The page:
Public Statement - The Law Society of Upper Canada expresses grave concern about the house arrest of human rights lawyer Ni Yulan in China

TORONTO, May 27, 2016 /CNW/ - The Law Society of Upper Canada expresses grave concern about the house arrest of human rights lawyer Ni Yulan in China.

Ni Yulan is a human rights lawyer based in Beijing who rose to prominence defending people evicted from their homes to make way for development. Ni Yulan has been jailed several times. After her first arrest in 2002, Ni Yulan was allegedly beaten by police, sustaining such traumatic injuries that she was permanently confined to a wheelchair. In 2008, Ni Yulan was jailed again for defending the rights of residents faced with eviction to make way for Beijing's 2008 Summer Olympics. In 2012, Ni Yulan was sentenced to a two-year prison term — later reduced to two months — for "fraud" and "causing a disturbance" by the Xicheng District People's Court in Beijing.

In our letter dated 26 September 2013, the Law Society expressed concern about the arrest and detention of Ni Yulan.

The Law Society received reports that on 13 April 2016, Ni Yulan was placed under house arrest. This followed a travel ban imposed on Ni Yulan in order to prevent her from travelling to the US in order to accept the State Department's 2016 International Women of Courage Award. In mid-April, five diplomats from Canada, France, Switzerland, Germany, and the European Union were prevented from visiting Ni Yulan in her home.

The Law Society is concerned that the house arrest of Ni Yulan relates solely to her legitimate actions as a lawyer.

The Law Society of Upper Canada urges the government of China to comply with Articles 16 and 23 of the United Nations' Basic Principles on the Role of Lawyers

Article 16 states:

Governments shall ensure that lawyers (a) are able to perform all of their professional functions without intimidation, hindrance, harassment or improper interference; (b) are able to travel and to consult with their clients freely both within their own country and abroad; and (c) shall not suffer, or be threatened with, prosecution or administrative, economic or other sanctions for any action taken in accordance with recognized professional duties, standards and ethics.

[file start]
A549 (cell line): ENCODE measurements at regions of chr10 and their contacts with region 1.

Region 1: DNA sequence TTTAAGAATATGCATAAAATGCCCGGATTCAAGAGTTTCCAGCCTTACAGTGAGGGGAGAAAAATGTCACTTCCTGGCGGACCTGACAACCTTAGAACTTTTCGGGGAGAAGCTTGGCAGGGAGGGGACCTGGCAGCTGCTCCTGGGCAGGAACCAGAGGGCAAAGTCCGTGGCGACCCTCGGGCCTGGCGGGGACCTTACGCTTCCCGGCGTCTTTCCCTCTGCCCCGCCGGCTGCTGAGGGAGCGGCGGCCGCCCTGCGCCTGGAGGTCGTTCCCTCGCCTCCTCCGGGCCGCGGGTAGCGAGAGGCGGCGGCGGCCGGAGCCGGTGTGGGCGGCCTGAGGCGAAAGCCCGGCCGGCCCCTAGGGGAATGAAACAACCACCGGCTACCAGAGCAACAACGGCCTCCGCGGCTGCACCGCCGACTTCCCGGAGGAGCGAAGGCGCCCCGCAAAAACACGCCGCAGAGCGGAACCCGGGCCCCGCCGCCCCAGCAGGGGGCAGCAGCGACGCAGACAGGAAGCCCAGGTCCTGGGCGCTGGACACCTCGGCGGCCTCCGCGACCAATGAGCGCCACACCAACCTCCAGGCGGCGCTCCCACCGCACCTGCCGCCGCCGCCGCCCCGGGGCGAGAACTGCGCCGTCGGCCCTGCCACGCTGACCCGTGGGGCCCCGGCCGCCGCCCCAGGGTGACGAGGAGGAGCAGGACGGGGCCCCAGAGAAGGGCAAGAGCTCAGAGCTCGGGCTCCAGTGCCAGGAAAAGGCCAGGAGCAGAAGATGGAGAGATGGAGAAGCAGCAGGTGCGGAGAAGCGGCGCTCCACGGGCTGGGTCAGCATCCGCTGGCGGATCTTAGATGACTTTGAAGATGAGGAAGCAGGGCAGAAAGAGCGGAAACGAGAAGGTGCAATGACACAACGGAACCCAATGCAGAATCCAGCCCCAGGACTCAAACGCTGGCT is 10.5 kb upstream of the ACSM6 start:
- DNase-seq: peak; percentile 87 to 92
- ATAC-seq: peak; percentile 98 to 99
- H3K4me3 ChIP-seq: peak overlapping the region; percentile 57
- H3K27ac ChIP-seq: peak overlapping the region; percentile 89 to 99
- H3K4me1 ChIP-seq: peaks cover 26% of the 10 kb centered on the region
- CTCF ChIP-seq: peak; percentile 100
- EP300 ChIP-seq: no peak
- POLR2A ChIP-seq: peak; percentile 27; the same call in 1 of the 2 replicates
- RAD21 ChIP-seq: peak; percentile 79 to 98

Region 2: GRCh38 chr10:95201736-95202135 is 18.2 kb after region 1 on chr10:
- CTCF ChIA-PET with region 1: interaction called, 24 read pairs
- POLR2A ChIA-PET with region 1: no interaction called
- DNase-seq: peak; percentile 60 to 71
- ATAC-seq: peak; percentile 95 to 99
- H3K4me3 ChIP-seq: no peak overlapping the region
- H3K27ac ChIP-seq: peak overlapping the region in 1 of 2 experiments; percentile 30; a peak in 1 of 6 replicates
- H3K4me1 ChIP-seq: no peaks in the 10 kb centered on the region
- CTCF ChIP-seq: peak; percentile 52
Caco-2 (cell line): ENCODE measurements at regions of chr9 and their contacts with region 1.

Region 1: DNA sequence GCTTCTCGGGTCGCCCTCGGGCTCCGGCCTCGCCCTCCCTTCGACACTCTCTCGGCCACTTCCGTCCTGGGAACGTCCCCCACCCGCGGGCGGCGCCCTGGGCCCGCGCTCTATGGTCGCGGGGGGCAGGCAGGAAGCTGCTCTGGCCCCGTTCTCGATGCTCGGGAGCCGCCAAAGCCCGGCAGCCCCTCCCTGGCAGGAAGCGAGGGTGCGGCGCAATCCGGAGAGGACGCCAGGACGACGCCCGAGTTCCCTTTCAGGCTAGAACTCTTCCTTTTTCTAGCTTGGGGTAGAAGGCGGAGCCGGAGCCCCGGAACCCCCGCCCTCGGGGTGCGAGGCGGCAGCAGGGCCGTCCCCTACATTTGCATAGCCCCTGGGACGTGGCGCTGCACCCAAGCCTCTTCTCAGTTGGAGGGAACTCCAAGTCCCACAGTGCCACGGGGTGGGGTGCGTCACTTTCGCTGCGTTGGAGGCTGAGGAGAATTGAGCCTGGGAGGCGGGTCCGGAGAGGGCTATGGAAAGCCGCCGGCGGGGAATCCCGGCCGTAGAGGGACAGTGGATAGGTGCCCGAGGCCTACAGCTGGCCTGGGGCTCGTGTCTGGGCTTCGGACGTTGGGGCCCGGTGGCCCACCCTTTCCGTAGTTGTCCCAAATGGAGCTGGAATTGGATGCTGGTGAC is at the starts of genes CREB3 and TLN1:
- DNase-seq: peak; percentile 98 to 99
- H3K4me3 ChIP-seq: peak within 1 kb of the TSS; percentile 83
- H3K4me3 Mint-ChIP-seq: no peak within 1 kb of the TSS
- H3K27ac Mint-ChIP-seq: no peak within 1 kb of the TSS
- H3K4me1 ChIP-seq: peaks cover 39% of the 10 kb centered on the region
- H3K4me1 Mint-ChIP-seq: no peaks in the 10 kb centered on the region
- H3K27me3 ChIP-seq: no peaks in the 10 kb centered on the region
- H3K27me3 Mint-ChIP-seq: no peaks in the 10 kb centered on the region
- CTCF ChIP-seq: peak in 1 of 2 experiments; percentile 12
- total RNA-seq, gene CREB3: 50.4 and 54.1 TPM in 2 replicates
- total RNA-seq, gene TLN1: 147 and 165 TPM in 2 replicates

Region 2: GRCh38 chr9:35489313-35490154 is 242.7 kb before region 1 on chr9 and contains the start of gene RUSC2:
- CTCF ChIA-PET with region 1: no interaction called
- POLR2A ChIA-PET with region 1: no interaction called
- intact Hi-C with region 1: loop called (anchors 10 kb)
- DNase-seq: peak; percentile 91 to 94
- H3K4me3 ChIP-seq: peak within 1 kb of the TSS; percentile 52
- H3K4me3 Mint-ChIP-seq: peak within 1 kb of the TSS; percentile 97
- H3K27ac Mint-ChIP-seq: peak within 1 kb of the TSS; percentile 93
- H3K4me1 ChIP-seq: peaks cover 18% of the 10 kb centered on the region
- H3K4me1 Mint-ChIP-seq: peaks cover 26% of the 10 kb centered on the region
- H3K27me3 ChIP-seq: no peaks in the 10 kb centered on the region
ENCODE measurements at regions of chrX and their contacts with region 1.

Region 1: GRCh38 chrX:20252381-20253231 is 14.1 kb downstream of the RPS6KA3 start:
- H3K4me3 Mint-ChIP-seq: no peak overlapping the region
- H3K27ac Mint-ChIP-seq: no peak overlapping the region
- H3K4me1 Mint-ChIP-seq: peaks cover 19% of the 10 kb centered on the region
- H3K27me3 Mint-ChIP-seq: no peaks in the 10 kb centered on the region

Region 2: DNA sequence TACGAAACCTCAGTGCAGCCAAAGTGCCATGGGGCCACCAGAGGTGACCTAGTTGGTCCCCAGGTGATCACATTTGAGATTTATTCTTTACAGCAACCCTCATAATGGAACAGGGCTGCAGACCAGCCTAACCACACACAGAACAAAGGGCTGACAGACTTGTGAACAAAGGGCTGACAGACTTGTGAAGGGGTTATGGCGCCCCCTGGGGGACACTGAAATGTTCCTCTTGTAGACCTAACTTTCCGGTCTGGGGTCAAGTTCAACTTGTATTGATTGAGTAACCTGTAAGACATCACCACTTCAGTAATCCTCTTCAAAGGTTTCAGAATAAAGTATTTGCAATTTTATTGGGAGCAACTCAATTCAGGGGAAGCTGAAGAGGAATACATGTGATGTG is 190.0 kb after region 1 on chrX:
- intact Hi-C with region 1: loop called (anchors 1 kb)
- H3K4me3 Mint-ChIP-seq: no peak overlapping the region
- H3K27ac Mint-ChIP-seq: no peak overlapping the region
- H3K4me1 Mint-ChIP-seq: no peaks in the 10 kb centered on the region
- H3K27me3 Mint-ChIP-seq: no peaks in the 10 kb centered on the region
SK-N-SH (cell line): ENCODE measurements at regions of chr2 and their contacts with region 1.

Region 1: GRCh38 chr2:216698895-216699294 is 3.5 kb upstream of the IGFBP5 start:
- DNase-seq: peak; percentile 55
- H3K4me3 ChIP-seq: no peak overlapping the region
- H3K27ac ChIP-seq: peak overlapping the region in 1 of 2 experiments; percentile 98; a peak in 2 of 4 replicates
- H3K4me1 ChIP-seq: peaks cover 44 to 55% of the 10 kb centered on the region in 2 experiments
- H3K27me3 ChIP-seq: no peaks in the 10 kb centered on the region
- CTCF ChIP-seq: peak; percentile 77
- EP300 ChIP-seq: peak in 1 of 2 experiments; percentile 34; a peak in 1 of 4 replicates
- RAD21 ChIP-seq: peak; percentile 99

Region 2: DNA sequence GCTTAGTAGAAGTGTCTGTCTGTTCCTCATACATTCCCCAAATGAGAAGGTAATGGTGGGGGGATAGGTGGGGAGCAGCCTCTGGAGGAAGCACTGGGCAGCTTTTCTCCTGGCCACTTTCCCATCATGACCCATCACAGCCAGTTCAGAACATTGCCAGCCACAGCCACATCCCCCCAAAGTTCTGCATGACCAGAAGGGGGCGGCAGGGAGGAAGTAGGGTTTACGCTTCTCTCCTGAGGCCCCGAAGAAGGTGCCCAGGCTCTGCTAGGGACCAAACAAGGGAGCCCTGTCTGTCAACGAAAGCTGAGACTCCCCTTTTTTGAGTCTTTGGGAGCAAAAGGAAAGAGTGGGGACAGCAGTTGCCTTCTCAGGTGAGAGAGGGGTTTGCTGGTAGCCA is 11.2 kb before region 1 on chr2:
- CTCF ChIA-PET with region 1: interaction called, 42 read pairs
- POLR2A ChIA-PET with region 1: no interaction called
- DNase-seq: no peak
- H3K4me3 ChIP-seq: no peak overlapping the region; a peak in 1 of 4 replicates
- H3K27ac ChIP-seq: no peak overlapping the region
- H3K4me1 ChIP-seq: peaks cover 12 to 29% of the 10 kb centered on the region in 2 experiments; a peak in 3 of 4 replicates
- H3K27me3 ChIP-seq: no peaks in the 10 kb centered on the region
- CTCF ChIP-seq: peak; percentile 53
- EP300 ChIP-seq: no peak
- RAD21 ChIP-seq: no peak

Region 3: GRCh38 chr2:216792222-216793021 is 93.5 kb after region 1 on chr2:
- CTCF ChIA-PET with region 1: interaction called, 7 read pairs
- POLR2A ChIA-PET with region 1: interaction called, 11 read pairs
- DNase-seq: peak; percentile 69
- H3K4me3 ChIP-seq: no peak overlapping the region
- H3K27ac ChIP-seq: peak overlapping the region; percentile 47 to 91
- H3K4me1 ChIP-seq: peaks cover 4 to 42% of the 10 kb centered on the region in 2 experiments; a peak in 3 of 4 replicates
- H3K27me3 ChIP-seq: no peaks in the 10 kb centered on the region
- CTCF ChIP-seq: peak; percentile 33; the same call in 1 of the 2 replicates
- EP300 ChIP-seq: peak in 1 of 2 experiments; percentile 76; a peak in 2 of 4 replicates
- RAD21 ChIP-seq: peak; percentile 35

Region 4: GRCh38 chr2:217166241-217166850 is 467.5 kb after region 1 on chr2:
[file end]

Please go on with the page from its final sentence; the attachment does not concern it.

Moreover, Article 23 states:

Lawyers like other citizens are entitled to freedom of expression, belief, association and assembly. In particular, they shall have the right to take part in public discussion of matters concerning the law, the administration of justice and the promotion and protection of human rights and to join or form local, national or international organizations and attend their meetings, without suffering professional restrictions by reason of their lawful action or their membership in a lawful organization.

The Law Society urges the government of China to:


ensure in all circumstances respect for human rights and fundamental freedoms in accordance with international human rights standards and international instruments;


guarantee all the procedural rights that should be accorded to Ni Yulan and other human rights lawyers and defenders in China;


guarantee in all circumstances the physical and psychological integrity of Ni Yulan; and


immediately and unconditionally release Ni Yulan from house arrest.


*The Law Society of Upper Canada is the governing body for more than 49,000 lawyers and 7,900 paralegals in the province of Ontario, Canada. The Treasurer is the head of the Law Society. The mandate of the Law Society is to govern the legal profession in the public interest by upholding the independence, integrity and honour of the legal profession for the purpose of advancing the cause of justice and the rule of law.

SOURCE The Law Society of Upper Canada

For further information: please contact Susan Tonkin, Communications Advisor - Media Relations, at 416-947-7605 or; The Law Society of Upper Canada, Osgoode Hall, 130 Queen Street West, Toronto, ON, M5H 2N6, |, Follow us on Twitter @LawsocietyLSUC


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